Archive for Sunday, June 20, 1999


June 20, 1999


— Officials with the Missouri Department of Conservation say an outbreak of a deer disease called epizootic hemorrhagic disease (EHD) in parts of northern Missouri last year rivaled one a decade earlier that killed up to 20 percent of the white-tailed deer in certain areas.

EHD is a viral infection that is spread through the bites of tiny flies known as midges. Conditions that concentrate deer help spread EHD by increasing the opportunity for midges to carry the virus between animals.

Such conditions most often occur during dry weather in late summer and early fall, when deer gather around a few water sources. EHD outbreaks end when fall frosts kill the midges that spread the virus.

The disease does not infect humans, and eating venison from deer with EHD is not dangerous. Secondary infections can render venison unfit to eat, however.

Most of the 1998 cases were between US Highway 63 on the east and Interstate 35 on the west. The area where it was most severe was from around US 24 north to the Iowa border.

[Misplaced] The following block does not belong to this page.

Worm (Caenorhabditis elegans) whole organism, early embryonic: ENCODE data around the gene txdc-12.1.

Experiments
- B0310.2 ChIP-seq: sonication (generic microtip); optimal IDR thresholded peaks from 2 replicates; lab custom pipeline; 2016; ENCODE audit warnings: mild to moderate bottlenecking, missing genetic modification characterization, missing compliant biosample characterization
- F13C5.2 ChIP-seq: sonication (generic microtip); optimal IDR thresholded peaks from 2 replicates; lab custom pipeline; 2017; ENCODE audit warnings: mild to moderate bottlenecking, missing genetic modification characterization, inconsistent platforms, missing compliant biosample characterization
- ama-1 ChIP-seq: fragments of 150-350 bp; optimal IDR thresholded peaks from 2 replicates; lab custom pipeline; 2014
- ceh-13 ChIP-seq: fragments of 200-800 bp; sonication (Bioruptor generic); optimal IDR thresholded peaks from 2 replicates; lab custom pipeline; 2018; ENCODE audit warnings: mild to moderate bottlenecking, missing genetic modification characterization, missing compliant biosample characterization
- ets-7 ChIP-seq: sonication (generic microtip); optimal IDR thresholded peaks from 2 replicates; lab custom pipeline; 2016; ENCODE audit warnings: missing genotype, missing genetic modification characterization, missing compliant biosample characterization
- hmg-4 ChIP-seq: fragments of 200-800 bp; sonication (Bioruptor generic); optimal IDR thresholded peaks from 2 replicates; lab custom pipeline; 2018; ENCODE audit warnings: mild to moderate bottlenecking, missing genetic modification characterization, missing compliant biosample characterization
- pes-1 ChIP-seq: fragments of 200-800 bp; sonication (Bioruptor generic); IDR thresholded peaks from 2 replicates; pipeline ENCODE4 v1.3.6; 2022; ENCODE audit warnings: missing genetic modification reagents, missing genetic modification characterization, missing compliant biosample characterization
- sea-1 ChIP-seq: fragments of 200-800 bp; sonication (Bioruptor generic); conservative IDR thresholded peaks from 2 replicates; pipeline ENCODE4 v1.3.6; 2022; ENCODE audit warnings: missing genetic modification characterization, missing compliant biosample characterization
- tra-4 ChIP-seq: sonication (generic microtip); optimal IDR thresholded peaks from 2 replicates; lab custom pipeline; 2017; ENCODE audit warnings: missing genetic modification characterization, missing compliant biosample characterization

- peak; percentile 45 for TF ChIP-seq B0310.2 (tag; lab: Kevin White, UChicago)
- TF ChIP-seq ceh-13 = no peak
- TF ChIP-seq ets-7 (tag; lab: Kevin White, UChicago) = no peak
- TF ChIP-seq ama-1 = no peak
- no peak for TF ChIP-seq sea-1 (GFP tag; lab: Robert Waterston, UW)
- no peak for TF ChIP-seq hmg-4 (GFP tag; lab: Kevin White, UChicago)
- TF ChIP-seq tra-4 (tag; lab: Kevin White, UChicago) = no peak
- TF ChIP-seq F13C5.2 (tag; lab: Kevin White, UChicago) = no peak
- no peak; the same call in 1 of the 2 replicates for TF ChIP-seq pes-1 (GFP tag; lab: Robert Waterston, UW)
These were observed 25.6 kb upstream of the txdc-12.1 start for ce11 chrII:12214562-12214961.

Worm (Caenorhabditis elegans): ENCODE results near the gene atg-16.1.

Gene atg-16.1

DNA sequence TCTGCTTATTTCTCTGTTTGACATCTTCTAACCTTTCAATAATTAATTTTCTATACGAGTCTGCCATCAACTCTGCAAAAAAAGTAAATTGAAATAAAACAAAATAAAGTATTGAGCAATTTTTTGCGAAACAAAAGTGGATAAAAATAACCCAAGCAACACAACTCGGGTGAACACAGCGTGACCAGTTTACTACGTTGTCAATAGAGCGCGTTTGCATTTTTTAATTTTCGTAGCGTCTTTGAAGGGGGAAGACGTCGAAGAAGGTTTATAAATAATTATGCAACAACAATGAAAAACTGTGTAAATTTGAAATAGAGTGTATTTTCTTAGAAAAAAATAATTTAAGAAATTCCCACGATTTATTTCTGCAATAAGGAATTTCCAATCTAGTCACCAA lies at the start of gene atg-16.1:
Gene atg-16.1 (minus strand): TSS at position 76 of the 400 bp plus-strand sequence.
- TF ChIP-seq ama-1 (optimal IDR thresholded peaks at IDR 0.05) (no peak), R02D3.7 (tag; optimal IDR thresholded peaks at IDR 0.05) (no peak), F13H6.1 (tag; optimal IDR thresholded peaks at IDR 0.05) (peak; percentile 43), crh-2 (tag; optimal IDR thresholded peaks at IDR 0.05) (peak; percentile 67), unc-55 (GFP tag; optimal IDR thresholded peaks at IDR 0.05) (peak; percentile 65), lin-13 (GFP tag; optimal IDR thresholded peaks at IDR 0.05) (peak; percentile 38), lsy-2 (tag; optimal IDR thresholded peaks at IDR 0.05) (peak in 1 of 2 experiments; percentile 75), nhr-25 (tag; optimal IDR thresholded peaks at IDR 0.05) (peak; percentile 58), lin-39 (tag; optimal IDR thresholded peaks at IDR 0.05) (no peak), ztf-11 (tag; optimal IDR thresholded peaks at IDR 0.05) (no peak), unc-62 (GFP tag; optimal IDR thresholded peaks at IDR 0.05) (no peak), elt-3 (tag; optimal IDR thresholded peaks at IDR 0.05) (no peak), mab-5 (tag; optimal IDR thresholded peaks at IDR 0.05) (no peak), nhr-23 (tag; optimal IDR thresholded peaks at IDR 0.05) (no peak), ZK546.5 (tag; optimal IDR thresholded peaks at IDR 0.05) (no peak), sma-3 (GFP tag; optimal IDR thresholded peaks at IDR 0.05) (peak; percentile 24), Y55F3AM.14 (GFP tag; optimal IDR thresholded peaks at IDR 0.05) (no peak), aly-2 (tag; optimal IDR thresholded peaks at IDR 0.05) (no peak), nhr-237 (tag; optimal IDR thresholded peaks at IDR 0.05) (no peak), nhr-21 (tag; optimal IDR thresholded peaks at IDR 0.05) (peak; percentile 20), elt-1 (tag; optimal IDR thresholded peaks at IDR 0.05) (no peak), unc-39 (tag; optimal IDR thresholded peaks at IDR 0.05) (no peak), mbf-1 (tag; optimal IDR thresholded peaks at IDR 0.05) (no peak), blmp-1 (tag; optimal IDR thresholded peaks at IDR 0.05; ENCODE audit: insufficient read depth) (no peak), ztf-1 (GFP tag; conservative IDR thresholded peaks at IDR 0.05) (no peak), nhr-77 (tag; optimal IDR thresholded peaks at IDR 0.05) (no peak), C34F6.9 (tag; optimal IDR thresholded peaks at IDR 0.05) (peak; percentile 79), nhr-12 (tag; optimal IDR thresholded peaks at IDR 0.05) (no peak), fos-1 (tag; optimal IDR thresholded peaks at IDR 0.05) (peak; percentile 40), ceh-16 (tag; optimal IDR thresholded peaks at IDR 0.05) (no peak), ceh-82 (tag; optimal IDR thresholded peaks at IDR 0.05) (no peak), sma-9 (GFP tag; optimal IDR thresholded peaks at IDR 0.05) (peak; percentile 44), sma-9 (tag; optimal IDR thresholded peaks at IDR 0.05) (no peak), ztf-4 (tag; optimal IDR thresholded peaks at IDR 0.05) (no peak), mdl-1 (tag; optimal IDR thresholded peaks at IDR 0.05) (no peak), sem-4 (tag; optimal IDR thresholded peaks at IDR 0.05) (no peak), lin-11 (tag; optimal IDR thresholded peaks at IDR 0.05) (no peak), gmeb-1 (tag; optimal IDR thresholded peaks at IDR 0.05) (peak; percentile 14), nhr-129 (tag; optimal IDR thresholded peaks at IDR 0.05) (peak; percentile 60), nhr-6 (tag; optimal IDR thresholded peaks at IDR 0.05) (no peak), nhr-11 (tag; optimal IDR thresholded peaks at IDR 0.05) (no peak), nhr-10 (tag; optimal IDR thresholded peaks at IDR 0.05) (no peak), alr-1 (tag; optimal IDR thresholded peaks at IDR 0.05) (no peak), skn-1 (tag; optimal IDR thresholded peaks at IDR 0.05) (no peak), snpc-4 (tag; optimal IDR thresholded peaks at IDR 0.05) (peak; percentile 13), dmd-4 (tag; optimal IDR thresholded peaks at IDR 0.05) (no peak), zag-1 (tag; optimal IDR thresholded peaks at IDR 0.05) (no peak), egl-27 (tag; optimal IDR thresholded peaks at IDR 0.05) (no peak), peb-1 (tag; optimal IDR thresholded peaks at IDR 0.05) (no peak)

Another disease, chronic wasting disease (CWD) has the potential to affect deer, but has not been seen in Missouri yet.

It first appeared in captive deer in Colorado. CWD was first reported in 1981 in wild elk in Colorado. Since then people have reported about 100 cases in wild white-tailed and mule deer and elk from northeastern and northcentral Colorado and southeastern Wyoming.

Nobody in the Midwest has found it in wild deer populations yet. There have been a couple documented cases in captive elk populations in Nebraska, Oklahoma and South Dakota.

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